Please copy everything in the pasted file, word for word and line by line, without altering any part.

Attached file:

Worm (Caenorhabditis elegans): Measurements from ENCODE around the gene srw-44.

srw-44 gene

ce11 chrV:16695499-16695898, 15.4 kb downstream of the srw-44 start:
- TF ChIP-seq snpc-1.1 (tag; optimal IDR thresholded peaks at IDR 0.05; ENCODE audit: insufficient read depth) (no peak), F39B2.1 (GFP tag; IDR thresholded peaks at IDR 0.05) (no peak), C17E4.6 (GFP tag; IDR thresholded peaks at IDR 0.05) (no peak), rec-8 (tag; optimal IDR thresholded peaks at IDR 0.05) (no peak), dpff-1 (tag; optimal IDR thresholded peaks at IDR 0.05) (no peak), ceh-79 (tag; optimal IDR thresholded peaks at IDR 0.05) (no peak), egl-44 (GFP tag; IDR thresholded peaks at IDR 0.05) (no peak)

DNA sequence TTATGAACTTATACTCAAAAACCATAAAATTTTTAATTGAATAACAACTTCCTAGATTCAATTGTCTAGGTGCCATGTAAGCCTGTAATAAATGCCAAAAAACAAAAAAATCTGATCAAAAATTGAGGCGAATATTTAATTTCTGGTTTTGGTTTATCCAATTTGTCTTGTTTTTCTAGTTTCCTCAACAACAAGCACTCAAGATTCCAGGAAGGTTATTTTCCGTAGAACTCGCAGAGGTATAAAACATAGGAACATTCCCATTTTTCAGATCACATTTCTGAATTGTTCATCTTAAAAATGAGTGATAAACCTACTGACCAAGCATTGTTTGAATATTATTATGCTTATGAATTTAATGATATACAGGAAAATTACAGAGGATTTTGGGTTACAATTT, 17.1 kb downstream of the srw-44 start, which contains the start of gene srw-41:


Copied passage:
Worm (Caenorhabditis elegans): Measurements from ENCODE around the gene srw-44.

srw-44 gene

ce11 chrV:16695499-16695898, 15.4 kb downstream of the srw-44 start:
- TF ChIP-seq snpc-1.1 (tag; optimal IDR thresholded peaks at IDR 0.05; ENCODE audit: insufficient read depth) (no peak), F39B2.1 (GFP tag; IDR thresholded peaks at IDR 0.05) (no peak), C17E4.6 (GFP tag; IDR thresholded peaks at IDR 0.05) (no peak), rec-8 (tag; optimal IDR thresholded peaks at IDR 0.05) (no peak), dpff-1 (tag; optimal IDR thresholded peaks at IDR 0.05) (no peak), ceh-79 (tag; optimal IDR thresholded peaks at IDR 0.05) (no peak), egl-44 (GFP tag; IDR thresholded peaks at IDR 0.05) (no peak)

DNA sequence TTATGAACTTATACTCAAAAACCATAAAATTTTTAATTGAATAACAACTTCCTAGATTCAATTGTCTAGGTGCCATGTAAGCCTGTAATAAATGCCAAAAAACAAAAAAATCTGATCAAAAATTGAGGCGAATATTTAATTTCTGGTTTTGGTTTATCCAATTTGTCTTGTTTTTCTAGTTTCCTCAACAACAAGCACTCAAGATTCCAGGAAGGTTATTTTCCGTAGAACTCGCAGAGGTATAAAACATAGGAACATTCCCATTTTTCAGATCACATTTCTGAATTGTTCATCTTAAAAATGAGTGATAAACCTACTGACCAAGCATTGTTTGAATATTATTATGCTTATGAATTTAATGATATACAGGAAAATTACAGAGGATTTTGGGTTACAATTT, 17.1 kb downstream of the srw-44 start, which contains the start of gene srw-41: